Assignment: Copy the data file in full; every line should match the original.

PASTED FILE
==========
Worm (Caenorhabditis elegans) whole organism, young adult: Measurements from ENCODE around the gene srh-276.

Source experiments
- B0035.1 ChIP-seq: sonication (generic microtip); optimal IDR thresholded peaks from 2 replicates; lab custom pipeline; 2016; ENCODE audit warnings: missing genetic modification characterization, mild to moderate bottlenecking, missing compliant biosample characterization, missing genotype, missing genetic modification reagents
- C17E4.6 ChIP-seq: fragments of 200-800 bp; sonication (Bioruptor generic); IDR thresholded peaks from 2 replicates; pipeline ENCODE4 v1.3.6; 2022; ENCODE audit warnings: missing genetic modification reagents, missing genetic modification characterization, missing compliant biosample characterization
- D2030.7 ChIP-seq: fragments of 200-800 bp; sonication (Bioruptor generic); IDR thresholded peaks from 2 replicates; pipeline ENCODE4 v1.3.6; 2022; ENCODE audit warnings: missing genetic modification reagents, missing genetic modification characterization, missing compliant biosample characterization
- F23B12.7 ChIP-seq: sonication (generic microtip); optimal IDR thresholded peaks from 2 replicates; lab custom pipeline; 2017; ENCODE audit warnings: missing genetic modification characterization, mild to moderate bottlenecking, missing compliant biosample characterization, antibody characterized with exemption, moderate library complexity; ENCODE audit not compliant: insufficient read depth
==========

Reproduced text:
Worm (Caenorhabditis elegans) whole organism, young adult: Measurements from ENCODE around the gene srh-276.

Source experiments
- B0035.1 ChIP-seq: sonication (generic microtip); optimal IDR thresholded peaks from 2 replicates; lab custom pipeline; 2016; ENCODE audit warnings: missing genetic modification characterization, mild to moderate bottlenecking, missing compliant biosample characterization, missing genotype, missing genetic modification reagents
- C17E4.6 ChIP-seq: fragments of 200-800 bp; sonication (Bioruptor generic); IDR thresholded peaks from 2 replicates; pipeline ENCODE4 v1.3.6; 2022; ENCODE audit warnings: missing genetic modification reagents, missing genetic modification characterization, missing compliant biosample characterization
- D2030.7 ChIP-seq: fragments of 200-800 bp; sonication (Bioruptor generic); IDR thresholded peaks from 2 replicates; pipeline ENCODE4 v1.3.6; 2022; ENCODE audit warnings: missing genetic modification reagents, missing genetic modification characterization, missing compliant biosample characterization
- F23B12.7 ChIP-seq: sonication (generic microtip); optimal IDR thresholded peaks from 2 replicates; lab custom pipeline; 2017; ENCODE audit warnings: missing genetic modification characterization, mild to moderate bottlenecking, missing compliant biosample characterization, antibody characterized with exemption, moderate library complexity; ENCODE audit not compliant: insufficient read depth